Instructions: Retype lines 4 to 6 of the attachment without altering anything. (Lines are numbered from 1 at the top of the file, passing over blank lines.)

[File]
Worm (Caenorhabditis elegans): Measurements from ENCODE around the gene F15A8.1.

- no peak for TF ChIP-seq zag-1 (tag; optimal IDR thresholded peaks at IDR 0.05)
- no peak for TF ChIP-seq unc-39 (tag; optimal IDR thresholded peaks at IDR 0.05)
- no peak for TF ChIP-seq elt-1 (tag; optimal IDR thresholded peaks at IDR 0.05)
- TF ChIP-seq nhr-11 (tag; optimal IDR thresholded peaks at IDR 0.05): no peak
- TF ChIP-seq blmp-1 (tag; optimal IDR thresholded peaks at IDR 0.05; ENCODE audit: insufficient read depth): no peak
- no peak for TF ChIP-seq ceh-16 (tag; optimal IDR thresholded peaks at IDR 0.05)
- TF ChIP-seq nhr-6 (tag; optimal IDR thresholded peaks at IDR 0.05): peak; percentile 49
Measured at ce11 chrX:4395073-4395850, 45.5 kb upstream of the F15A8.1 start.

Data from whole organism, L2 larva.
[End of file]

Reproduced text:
- no peak for TF ChIP-seq elt-1 (tag; optimal IDR thresholded peaks at IDR 0.05)
- TF ChIP-seq nhr-11 (tag; optimal IDR thresholded peaks at IDR 0.05): no peak
- TF ChIP-seq blmp-1 (tag; optimal IDR thresholded peaks at IDR 0.05; ENCODE audit: insufficient read depth): no peak